U.S. Advisers Say It's Now Safe to Publish Bird Flu Studies
Revisions to the research erase worry that bioterrorists might learn how to unleash a pandemic
SATURDAY, March 31, 2012 (HealthDay News) -- Research on a mutated, more contagious form of the bird flu virus can be published in full, U.S. government biosecurity advisers said Friday, despite initial concerns that bioterrorists could use the information to start a pandemic.
The National Science Advisory Board for Biosecurity said two research papers, which have been revised since they were first offered for publication late last year, have been reworked enough so they no longer contain details that might be of value to bioterrorists. The advisers' recommendation now goes to the U.S. Department of Health and Human Services for a decision, the Associated Press reported.
In December, the advisers recommended against publication of the papers because doing so was potentially risky.
The two studies at the center of the debate were to be published in the journals Science and Nature late last year. The papers, which were funded by the U.S. National Institutes of Health, describe how the virus could mutate relatively easily into a strain that could spread rapidly among humans. The research was done by scientists at the University of Wisconsin and in the Netherlands.
Although the bird flu virus, known as H5N1, rarely infects people, it appears to be highly lethal when it does. Of about 600 known cases, more than half have been fatal. If the virus were able to spread more easily from birds to humans, experts have estimated that millions of people could die after being infected.
Friday's recommendation could end a debate that involved scientists worldwide. Many contended that full publication of the two papers would help scientists monitor potentially dangerous mutations in bird flu viruses that circulate naturally. The papers could also help test vaccines and treatments for a mutated form of the bird flu, some scientists said, the AP reported.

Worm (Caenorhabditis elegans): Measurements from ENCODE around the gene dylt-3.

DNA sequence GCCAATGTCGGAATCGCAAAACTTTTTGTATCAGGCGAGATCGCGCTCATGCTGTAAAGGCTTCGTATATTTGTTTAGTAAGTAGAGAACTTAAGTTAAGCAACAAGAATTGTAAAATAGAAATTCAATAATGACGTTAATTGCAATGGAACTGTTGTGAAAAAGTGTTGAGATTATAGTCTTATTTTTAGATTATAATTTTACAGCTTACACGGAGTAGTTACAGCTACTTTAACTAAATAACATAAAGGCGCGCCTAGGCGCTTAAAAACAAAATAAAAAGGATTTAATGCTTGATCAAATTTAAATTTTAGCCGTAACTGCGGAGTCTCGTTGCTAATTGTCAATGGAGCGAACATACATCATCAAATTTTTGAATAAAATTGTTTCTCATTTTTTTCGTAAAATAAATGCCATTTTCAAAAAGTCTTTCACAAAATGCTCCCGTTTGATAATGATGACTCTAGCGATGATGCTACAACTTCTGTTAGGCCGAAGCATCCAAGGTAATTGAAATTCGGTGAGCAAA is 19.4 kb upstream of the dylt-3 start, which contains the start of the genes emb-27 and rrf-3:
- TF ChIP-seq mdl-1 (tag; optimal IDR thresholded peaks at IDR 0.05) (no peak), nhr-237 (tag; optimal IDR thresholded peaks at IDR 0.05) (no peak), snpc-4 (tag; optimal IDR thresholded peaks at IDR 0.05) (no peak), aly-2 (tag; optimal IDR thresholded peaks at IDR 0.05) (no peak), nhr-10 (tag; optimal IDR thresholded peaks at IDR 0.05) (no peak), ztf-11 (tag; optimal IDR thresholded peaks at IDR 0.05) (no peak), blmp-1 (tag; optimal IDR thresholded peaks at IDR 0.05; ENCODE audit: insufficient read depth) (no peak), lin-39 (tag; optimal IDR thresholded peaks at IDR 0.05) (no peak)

In February, the World Health Organization made a similar recommendation to publish the studies after a special meeting of 22 bird flu experts in Geneva, Switzerland. The meeting was convened by the WHO to discuss the "urgent issues" that have swirled around possible publication of the two bird flu studies since last November, The New York Times reported.
Most of those at the Geneva meeting felt that any theoretical terrorist risk was outweighed by the "real and present danger" of similar flu virus mutations occurring naturally in the wild, and by the need for the scientific community to share information that could help identify exactly when the virus might be developing the ability to spread more easily, Dr. Anthony Fauci, director of the U.S. National Institute of Allergy and Infectious Diseases, told the Times. Fauci represented the United States at the meeting.
The editors of both journals said they plan to publish the papers in full at a future date.
For more on how the bird flu virus might be able to infect humans, visit the U.S. National Institute of Allergy and Infectious Diseases.